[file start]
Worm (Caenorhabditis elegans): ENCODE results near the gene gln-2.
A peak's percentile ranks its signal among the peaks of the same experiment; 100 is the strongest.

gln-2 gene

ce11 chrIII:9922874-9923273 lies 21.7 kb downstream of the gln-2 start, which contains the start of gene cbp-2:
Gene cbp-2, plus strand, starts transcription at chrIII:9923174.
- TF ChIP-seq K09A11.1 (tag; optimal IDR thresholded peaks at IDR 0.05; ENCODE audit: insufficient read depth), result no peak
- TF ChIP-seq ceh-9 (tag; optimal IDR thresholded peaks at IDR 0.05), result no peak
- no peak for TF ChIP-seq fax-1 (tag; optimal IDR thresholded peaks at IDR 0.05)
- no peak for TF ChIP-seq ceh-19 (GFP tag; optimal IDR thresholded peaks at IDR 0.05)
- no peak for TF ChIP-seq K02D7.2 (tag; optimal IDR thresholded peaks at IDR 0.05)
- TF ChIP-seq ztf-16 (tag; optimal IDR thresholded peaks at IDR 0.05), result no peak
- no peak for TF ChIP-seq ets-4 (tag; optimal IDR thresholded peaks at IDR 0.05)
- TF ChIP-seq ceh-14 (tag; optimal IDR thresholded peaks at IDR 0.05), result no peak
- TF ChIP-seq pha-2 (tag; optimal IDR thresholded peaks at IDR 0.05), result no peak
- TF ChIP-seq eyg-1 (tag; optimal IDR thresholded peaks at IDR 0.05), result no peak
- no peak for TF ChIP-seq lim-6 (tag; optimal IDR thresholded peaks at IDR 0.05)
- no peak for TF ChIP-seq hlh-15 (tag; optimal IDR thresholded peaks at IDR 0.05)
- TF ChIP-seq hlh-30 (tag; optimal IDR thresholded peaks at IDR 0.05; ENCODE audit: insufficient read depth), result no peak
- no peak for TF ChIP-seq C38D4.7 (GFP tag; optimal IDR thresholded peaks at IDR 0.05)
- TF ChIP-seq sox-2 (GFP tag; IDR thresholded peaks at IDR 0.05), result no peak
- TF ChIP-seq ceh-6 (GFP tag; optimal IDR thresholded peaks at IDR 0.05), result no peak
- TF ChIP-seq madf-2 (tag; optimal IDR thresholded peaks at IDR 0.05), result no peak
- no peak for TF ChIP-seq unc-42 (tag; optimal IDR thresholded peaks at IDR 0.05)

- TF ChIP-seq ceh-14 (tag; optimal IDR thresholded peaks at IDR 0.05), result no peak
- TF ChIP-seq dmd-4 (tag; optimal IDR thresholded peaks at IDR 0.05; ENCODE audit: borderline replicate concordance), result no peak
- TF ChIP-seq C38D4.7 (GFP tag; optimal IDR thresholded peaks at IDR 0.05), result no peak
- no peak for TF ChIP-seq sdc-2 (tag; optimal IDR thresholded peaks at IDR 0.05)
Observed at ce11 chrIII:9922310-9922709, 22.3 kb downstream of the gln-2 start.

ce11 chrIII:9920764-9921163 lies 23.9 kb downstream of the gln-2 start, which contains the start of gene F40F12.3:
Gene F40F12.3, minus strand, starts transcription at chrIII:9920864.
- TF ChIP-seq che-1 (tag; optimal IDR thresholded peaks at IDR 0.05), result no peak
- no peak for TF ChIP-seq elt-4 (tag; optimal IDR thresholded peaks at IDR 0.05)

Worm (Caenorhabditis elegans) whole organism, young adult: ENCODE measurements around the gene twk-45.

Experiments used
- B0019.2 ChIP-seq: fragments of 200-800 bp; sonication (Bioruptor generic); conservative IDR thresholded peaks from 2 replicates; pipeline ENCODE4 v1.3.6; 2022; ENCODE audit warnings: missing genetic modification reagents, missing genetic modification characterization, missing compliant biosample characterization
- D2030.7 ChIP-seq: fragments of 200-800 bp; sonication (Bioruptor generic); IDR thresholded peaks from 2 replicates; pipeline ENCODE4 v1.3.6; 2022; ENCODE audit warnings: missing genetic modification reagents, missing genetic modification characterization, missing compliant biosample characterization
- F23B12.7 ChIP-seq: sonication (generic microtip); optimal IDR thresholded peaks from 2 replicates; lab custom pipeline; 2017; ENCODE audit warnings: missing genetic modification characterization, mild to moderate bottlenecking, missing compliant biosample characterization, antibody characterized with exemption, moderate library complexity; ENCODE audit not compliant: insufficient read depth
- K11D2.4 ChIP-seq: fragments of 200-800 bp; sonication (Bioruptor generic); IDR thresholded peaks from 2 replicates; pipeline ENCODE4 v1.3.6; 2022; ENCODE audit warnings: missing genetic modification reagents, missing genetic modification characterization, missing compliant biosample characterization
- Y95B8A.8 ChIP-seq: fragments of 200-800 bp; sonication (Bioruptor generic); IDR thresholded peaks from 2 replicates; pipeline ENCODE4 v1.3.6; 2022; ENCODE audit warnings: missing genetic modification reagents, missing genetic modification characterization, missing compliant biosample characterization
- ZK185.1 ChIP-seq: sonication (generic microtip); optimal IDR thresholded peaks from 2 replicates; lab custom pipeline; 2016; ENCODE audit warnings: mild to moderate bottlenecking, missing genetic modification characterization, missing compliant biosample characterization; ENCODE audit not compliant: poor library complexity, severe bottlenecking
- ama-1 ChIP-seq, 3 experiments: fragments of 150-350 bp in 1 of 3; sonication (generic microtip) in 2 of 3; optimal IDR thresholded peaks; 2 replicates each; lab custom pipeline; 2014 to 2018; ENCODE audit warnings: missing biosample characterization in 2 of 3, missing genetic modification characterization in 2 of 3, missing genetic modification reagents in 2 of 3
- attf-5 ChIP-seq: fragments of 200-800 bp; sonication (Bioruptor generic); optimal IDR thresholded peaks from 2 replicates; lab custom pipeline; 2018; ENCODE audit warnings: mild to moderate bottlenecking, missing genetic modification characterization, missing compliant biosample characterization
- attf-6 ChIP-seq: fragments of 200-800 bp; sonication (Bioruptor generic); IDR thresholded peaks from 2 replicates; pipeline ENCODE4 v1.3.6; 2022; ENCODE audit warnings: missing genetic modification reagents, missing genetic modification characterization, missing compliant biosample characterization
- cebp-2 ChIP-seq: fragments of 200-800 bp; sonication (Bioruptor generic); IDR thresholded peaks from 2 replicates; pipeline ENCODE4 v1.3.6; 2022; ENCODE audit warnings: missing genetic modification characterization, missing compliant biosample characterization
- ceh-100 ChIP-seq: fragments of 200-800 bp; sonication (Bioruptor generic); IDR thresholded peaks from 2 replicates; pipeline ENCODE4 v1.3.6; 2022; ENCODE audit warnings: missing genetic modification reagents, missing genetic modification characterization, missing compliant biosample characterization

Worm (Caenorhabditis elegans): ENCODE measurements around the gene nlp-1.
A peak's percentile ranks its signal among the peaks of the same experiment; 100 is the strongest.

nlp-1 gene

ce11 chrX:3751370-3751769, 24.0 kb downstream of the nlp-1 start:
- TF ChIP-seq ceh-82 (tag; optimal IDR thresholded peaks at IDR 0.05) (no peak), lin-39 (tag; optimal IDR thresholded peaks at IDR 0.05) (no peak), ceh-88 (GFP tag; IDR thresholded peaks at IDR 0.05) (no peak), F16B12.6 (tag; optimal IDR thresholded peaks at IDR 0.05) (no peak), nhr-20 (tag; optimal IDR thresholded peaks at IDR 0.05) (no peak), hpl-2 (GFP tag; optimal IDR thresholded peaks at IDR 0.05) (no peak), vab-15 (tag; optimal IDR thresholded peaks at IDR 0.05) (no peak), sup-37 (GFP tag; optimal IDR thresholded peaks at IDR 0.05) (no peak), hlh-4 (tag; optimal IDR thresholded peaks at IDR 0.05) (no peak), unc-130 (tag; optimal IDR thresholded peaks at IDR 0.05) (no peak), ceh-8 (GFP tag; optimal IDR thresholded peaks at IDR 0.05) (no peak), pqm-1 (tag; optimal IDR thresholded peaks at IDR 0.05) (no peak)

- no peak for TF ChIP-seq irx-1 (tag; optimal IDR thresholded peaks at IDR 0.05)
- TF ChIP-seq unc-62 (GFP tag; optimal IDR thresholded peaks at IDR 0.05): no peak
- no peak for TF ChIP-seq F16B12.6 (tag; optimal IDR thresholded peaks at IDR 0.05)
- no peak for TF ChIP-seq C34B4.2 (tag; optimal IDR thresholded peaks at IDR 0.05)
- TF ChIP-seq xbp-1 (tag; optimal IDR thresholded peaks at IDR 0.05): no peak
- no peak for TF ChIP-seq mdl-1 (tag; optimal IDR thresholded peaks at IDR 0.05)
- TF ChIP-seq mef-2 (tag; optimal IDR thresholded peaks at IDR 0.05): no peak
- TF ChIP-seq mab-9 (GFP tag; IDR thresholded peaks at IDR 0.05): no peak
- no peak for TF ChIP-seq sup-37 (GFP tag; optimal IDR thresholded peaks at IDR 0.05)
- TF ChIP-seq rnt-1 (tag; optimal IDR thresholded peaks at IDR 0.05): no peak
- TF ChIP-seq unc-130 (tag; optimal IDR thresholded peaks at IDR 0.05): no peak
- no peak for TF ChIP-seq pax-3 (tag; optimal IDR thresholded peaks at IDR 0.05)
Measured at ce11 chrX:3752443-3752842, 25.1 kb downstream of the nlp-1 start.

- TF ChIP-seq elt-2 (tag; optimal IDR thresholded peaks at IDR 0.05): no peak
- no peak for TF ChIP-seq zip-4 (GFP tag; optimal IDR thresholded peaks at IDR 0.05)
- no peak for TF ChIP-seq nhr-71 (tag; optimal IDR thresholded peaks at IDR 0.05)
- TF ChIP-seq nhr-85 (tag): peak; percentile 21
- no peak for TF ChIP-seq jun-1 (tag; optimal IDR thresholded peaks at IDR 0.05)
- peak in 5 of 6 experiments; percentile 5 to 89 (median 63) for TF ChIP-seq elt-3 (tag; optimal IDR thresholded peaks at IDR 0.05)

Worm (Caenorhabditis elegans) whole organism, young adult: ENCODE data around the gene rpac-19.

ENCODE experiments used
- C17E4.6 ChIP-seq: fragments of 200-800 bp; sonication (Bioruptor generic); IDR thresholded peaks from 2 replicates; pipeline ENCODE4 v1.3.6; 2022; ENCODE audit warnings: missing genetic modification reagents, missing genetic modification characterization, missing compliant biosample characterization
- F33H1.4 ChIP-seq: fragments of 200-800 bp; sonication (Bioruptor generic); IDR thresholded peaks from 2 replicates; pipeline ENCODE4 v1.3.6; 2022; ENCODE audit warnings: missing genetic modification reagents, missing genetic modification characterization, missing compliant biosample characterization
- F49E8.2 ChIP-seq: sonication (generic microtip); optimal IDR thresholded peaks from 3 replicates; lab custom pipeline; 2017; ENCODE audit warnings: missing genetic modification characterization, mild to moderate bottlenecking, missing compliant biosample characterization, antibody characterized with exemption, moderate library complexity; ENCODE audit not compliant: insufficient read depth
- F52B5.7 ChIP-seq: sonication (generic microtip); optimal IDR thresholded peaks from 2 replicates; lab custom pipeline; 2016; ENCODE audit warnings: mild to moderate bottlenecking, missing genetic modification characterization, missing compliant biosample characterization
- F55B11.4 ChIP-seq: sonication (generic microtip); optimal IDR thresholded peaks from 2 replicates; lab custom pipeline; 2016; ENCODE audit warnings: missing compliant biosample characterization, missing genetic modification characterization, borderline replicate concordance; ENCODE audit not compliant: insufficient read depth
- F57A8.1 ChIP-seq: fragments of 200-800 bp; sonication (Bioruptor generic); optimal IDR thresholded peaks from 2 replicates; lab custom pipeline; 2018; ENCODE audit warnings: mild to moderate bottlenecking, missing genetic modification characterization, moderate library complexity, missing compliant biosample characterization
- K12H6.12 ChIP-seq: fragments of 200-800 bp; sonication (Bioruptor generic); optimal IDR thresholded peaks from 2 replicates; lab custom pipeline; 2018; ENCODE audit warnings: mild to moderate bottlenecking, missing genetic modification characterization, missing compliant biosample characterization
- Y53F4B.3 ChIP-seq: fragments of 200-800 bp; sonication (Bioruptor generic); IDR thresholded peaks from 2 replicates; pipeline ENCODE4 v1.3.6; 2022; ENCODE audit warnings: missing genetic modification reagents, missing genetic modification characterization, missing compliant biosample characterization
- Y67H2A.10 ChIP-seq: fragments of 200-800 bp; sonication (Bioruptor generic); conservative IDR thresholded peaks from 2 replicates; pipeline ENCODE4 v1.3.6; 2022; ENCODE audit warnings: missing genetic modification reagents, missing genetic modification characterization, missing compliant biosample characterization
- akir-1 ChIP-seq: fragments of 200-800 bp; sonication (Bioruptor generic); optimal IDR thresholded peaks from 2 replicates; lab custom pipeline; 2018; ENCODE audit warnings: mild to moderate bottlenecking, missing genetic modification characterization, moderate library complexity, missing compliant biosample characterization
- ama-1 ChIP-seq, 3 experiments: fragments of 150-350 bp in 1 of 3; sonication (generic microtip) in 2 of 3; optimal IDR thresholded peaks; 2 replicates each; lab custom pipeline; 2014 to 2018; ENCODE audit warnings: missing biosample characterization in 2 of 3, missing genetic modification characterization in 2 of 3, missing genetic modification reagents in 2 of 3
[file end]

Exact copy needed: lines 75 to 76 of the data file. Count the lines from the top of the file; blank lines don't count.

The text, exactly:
- F52B5.7 ChIP-seq: sonication (generic microtip); optimal IDR thresholded peaks from 2 replicates; lab custom pipeline; 2016; ENCODE audit warnings: mild to moderate bottlenecking, missing genetic modification characterization, missing compliant biosample characterization
- F55B11.4 ChIP-seq: sonication (generic microtip); optimal IDR thresholded peaks from 2 replicates; lab custom pipeline; 2016; ENCODE audit warnings: missing compliant biosample characterization, missing genetic modification characterization, borderline replicate concordance; ENCODE audit not compliant: insufficient read depth